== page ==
Inevitably the industry was by the competition of machine-made lace and the census records show the decline in lace-making occupations with 391 in 1850, 35 in 1871 and only 6 in 1900.
Gloving employed a large proportion of female outworkers and based on the number of references to it, it seemingly expanded in the 16th and 17th centuries. It has continued into the 20th century with both continuing and new firms. The oldest firm with surviving records is J. & T. Beavan Ltd. at Holt. Many of the cutters worked in the Great House (formerly the Spa Hotel) but outworkers living at Holt, Atworth, Melksham, Somerset and the Cotswolds completed the sewing work.
How often do we discover old photographs or family albums tucked away or which have recently come into our possession but which frustratingly contain little or no information about their subjects? It is possible to discover more about these images than meets the eye, if you know what to look out for. I hope that the following suggestions will be helpful when looking at clothing but the most important element is to look carefully, analysing each small detail. Everything within the photo is a clue to help us in the process of indentifying our ancestors.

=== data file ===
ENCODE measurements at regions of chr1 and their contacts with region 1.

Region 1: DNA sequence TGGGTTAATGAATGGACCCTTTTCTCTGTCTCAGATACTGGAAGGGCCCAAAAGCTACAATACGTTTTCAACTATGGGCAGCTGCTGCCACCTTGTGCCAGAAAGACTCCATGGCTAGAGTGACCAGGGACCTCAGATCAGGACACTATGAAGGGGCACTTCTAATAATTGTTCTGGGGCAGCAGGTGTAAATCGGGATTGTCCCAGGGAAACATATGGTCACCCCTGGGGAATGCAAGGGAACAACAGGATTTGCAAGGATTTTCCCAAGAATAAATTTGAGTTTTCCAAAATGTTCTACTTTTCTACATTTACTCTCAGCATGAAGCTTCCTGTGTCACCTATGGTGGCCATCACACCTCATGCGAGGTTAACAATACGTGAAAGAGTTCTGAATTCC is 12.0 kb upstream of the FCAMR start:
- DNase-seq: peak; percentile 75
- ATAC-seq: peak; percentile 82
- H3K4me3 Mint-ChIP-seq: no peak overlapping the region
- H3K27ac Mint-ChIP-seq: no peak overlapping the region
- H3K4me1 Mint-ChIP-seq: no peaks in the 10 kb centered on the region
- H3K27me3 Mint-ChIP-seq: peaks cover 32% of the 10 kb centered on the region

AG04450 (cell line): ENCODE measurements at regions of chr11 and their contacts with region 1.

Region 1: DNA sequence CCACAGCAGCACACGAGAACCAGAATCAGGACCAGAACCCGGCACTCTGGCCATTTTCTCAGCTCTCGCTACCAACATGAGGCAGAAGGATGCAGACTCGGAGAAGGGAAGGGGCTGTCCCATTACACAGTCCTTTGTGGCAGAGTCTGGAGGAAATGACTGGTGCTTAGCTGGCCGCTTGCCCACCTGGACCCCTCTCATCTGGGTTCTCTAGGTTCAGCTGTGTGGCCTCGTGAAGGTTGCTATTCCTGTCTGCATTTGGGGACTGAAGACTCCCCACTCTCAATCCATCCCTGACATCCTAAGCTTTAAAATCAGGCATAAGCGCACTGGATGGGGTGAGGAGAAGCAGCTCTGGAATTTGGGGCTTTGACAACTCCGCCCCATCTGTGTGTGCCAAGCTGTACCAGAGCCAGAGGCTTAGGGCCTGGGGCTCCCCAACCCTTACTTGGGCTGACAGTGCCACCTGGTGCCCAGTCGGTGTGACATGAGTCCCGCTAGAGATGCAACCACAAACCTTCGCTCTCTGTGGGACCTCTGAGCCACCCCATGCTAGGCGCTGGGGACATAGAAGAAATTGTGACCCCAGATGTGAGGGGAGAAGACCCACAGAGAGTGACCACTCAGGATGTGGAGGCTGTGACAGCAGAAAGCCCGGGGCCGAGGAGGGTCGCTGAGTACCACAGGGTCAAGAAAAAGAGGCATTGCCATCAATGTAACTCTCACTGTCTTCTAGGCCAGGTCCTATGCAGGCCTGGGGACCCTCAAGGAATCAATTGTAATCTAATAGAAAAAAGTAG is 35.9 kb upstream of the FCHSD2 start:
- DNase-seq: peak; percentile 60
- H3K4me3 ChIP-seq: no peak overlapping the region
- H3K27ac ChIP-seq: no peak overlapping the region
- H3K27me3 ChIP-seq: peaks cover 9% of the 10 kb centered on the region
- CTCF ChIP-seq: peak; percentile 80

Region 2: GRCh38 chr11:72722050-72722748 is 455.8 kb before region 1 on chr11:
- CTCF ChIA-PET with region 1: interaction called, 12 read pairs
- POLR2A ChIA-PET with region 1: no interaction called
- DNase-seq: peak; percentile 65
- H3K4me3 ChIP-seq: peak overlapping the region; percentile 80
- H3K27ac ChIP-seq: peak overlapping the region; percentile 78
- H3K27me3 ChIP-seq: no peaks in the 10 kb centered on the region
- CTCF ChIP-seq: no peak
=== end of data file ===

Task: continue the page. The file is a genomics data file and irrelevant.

The photographic process developed through the nineteenth century and must have had a tremendous effect on a family, as they began making up their first family albums and displaying images of each other. The type of pose can be an indication of period; the 1850s and 1860s tend to include a full length figure, sometimes seated, but by the 1870s the camera was moving closer to the person, perhaps producing a three quarter length image and including a prop, such as a lectern or a chair. By the 1890s the head and shoulders shot became more common. A ‘vignette’ where the background is white and the head and shoulders are almost oval in shape is also typical of the 1890s.